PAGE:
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Interview: Willi Dorner about every-one


Willi Dorner’s history with SPRING goes all the way back to 2001, when SPRING was still Springdance. Back then, the Austrian choreographer presented the experimental choreography Mazy, and the exhibition feet of contemporary choreographers together with Lisa Rastl. After 17 years Willi Dorner returns to SPRING with the performance every-one, where he brings revue dances to the streets of Kanaleneiland. With this choreography he draws a parallel between the 1920s, characterized by rapid developments based on standardizations and seriality and the starting point for modern urban life. Dorner is very interested in the relationship between architecture and the body, which regularly returns in his works, such as his world famous work bodies in urban spaces. 

How did you start out as a choreographer?

“I actually started as a dancer. When I was younger I had to make the decision if wanted to study fine arts or dance, and I decided to go for dance. This was quite difficult during the 80s in Austria. There was not really much going on. Because of this, I had to work a lot abroad and get classes and information about dance somewhere else in Europe. But then I actually started to dance and became more interested to study dance therapeutics and movement analysis. First I worked with Nina Martin in New York and later with Mark Tompkins in Paris. In the middle of the 90s I decided to return to Austria and I started to work as a choreographer in my home country.”

What was the starting point to create every-one?

“I’m very interested in architecture, architecture history, and history in general. It’s my hobby, and I often use it as my source for choreographies. In the case with every-one, my main source was architecture history. I was reading about the 20s: a very interesting time for Bauhaus architecture. Through Bauhaus I realized what significant impact the 20s had on Europe.”

What was this impact?

“In the beginning of the last century, serial production in the economy became an esthetic principal in the arts. I found this very interesting. I looked at all these outcomes and one very dominant outcome is actually the revue, the show dance of the 20s. The legs of the women who perform the show dance are all synchronized. It is very precise machinelike dancing. I was fascinated by this. Different theories say this dance reflects the serial production in the economy. For me, one aspect is the uniformity, and also the multiplication of the same type. When you look at all these girls, they have the same height, slim body type, same length of legs and arms. This standardization became really important during that time. Also all these dancers in uniform outfits became a symbol of a new collective being.”

Why have you chosen to show revue dancers in today’s public space?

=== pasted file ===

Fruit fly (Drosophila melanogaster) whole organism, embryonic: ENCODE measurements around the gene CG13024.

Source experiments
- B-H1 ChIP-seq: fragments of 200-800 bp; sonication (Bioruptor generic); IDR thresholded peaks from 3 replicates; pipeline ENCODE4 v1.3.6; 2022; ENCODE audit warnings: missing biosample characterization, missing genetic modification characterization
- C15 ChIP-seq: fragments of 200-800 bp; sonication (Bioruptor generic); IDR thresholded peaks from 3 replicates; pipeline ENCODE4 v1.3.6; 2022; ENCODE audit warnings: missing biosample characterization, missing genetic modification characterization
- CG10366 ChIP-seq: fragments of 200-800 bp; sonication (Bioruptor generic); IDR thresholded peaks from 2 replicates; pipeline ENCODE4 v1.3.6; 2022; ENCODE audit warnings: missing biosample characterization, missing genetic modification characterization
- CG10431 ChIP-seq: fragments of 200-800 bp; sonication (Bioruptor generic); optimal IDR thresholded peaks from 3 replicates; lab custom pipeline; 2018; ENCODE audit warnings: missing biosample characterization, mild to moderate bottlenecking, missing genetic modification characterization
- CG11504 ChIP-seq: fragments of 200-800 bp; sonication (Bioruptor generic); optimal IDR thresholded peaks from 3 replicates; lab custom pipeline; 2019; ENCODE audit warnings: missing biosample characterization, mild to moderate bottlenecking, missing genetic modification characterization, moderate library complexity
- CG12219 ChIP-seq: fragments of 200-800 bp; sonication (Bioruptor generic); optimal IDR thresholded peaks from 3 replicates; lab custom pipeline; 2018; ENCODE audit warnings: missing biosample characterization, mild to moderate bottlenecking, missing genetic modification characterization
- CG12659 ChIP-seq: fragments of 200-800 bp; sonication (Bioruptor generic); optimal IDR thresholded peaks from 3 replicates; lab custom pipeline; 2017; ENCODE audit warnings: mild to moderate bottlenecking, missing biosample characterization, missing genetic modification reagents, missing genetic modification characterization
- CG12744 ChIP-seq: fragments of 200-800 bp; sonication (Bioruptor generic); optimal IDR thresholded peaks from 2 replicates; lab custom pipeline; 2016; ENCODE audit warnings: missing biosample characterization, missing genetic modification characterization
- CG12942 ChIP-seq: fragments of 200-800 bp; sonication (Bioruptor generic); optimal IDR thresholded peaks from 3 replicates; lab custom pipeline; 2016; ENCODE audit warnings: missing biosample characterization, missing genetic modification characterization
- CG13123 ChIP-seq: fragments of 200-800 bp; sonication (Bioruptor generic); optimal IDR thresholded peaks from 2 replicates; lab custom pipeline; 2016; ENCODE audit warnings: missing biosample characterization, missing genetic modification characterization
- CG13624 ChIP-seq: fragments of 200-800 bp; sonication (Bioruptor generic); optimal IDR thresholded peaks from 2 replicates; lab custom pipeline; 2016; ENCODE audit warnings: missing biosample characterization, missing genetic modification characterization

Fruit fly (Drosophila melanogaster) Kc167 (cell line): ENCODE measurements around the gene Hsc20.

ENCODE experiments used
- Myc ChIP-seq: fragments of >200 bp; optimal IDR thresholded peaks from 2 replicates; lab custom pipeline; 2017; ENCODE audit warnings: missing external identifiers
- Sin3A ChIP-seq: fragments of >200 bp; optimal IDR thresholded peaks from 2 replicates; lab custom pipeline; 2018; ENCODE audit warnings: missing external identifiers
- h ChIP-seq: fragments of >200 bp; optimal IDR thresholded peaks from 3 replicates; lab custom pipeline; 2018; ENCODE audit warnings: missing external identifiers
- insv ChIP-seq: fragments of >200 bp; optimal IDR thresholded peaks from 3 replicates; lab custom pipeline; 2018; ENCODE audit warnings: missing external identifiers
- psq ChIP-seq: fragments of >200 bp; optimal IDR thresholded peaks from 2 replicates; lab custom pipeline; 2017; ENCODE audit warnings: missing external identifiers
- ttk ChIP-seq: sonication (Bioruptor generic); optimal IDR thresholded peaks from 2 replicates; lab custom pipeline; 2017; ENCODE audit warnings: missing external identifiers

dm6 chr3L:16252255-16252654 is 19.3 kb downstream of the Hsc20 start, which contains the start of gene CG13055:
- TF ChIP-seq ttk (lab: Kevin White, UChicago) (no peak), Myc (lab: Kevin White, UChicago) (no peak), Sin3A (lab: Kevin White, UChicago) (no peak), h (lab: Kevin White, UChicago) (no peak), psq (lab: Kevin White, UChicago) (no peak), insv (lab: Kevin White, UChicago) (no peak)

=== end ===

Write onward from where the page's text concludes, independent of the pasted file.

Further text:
“What I would like to point out with the performance is that I can see a lot of the same developments of urbanization and standardization that are happing now. Of course the current developments are totally different from the 20s in terms of technology. But I see a lot of parallel developments of which I want to make the audience aware of. We take a look into history and see how this is mirroring our time.”

Why have you chosen Kanaleneiland as the location for the performance?

“This performance is entertainment for everybody, but it is especially for people with a lower income because of the underlying political aspect. I wanted to place this performance in an area where there is lower social housing. In the beginning of May we will do the performance Vienna, in the residential area of the social democratic ‘palaces’ which were built in the 20s. More than 5000 people fit in these gigantic buildings (Vienna built social housing for the countless workers who came to Vienna. The social housing functioned as a city within a city [red.]) After that the performance moves to a more posh area to show the big contrast. Sometimes in bigger cities it is hard to find this contrast, because the districts are too big and it takes too long to walk from an interesting area to the next. So sometimes we stay in one area because it’s impossible to walk so far.”

What will the audience experience when walking through Kanaleneiland?

“While walking through Kanaleneiland, the audience will experience their own city like they never have before. The walk will strengthen their bond to the city, and the audience will feel more connected to the performance that takes place there. You connect stronger to something when you experience it on location.”

• every-one can be seen in Kanaleneiland (starting point Trumanlaan 60a) on Sunday 20 and Monday 21 May. Click here for tickets.


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